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In this Cambridge condo, the kitchen is quiet showpiece

Design New England Style Cambridge
Shown slightly ajar, the door has hinges that are hidden by the cabinetry.
Shown slightly ajar, the door has hinges that are hidden by the cabinetry. Sean Litchfield

In a masterful move, architect Carter Williams of LDa Architecture & Interiors in Cambridge, Massachusetts, transformed the very element her clients wanted to play down — the kitchen — into the understated focal point of their home.

The owners, a theater set designer and an architectural lighting designer who purchased their 1,500-square-foot condominium in the Avon Hill section of Cambridge in 1992, had been planning its redesign since the moment they moved in. “They were deeply involved through the whole design and construction project,” Williams says.

Face-mounted metal railings bring industrial-style interest to the mezzanine. Black leather chairs from Room & Board tie the dining area into the overall palette. The door to the master suite reads like a secret panel. —Sean Litchfield

The couple wanted to unify the public areas — the kitchen, the home office in the loft above it, and the living area — into a single harmonious space. From a functional standpoint, they desired a lot more storage both in the kitchen and in general. Aesthetically, they hoped for a restrained backdrop with an eclectic mix of furnishings about which no one could say, “This place is decorated in [fill in the blank] style.”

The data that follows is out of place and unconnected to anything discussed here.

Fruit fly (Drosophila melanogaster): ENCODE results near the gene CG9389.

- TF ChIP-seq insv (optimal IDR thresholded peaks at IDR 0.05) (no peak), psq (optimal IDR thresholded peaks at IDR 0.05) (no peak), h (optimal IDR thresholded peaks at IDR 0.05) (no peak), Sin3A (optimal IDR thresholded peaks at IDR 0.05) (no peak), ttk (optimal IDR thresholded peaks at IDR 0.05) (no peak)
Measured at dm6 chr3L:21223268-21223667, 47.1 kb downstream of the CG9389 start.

The guiding principle was for a design that said “quiet,” with a distilled palette of white, black, and warm wood. And though the couple wanted the kitchen to recede rather than stand out (they didn’t want to gaze at appliances while they ate dinner or relaxed on the sofa), the team wasn’t looking to hide it behind closed doors. Rather, they set out to devise a way for a functional kitchen to mesh with the living space.

The white peninsula introduces lightness to the kitchen’s wood-intensive scheme. It also provides contrast so the focus remains on the fir-veneer cabinetry. The lighting was designed to wash the walls and lend a warm glow to the wood surfaces. —Sean Litchfield